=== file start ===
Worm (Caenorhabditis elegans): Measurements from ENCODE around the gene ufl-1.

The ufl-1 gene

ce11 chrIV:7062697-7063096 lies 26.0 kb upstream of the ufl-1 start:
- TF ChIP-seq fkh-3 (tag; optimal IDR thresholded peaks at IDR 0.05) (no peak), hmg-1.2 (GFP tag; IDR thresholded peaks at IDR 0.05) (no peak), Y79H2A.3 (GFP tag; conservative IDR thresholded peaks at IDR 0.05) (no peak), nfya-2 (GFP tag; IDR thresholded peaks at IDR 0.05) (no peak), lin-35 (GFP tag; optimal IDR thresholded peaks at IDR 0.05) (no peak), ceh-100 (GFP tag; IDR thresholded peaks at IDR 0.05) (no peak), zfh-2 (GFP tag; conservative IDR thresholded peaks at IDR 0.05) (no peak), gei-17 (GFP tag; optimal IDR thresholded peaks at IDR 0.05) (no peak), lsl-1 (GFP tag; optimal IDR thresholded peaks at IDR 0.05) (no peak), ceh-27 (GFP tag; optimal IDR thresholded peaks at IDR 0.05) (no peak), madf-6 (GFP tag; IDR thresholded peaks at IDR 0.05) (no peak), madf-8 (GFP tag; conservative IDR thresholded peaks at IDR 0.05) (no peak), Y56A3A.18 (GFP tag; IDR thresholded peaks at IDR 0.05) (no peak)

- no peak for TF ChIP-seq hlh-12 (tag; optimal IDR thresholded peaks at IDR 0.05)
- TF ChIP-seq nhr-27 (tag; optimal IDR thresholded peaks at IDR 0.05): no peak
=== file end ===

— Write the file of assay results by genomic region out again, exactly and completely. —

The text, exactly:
Worm (Caenorhabditis elegans): Measurements from ENCODE around the gene ufl-1.

The ufl-1 gene

ce11 chrIV:7062697-7063096 lies 26.0 kb upstream of the ufl-1 start:
- TF ChIP-seq fkh-3 (tag; optimal IDR thresholded peaks at IDR 0.05) (no peak), hmg-1.2 (GFP tag; IDR thresholded peaks at IDR 0.05) (no peak), Y79H2A.3 (GFP tag; conservative IDR thresholded peaks at IDR 0.05) (no peak), nfya-2 (GFP tag; IDR thresholded peaks at IDR 0.05) (no peak), lin-35 (GFP tag; optimal IDR thresholded peaks at IDR 0.05) (no peak), ceh-100 (GFP tag; IDR thresholded peaks at IDR 0.05) (no peak), zfh-2 (GFP tag; conservative IDR thresholded peaks at IDR 0.05) (no peak), gei-17 (GFP tag; optimal IDR thresholded peaks at IDR 0.05) (no peak), lsl-1 (GFP tag; optimal IDR thresholded peaks at IDR 0.05) (no peak), ceh-27 (GFP tag; optimal IDR thresholded peaks at IDR 0.05) (no peak), madf-6 (GFP tag; IDR thresholded peaks at IDR 0.05) (no peak), madf-8 (GFP tag; conservative IDR thresholded peaks at IDR 0.05) (no peak), Y56A3A.18 (GFP tag; IDR thresholded peaks at IDR 0.05) (no peak)

- no peak for TF ChIP-seq hlh-12 (tag; optimal IDR thresholded peaks at IDR 0.05)
- TF ChIP-seq nhr-27 (tag; optimal IDR thresholded peaks at IDR 0.05): no peak